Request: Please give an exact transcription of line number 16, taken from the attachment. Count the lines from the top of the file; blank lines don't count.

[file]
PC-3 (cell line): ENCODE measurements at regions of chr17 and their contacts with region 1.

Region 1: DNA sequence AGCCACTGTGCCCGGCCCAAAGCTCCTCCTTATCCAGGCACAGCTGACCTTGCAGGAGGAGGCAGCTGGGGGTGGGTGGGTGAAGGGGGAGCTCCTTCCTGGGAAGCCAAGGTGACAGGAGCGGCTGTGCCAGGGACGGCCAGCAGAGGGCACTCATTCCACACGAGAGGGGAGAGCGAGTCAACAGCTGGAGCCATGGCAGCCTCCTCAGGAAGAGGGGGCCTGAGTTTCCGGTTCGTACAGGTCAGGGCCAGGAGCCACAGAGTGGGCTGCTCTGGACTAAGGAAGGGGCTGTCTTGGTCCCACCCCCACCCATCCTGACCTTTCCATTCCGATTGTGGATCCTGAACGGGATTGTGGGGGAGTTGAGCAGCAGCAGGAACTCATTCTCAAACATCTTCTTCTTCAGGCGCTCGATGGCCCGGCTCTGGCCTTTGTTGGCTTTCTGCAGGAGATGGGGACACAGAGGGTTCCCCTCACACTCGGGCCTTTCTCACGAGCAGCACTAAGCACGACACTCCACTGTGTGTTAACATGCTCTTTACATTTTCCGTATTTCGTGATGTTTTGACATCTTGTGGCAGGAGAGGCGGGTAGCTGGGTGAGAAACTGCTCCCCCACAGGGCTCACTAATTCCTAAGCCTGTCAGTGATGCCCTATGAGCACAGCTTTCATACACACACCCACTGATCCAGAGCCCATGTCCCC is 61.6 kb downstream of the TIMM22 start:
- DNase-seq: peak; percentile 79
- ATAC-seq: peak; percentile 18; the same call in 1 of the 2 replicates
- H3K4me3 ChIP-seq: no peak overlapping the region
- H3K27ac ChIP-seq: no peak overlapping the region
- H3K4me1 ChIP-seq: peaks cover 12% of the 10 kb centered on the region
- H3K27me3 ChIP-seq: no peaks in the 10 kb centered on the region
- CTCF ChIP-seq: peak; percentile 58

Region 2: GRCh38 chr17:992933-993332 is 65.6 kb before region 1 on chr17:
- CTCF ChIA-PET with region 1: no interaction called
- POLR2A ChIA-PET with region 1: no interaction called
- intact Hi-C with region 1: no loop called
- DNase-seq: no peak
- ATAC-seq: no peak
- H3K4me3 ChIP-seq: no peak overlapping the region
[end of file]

- H3K4me3 ChIP-seq: no peak overlapping the region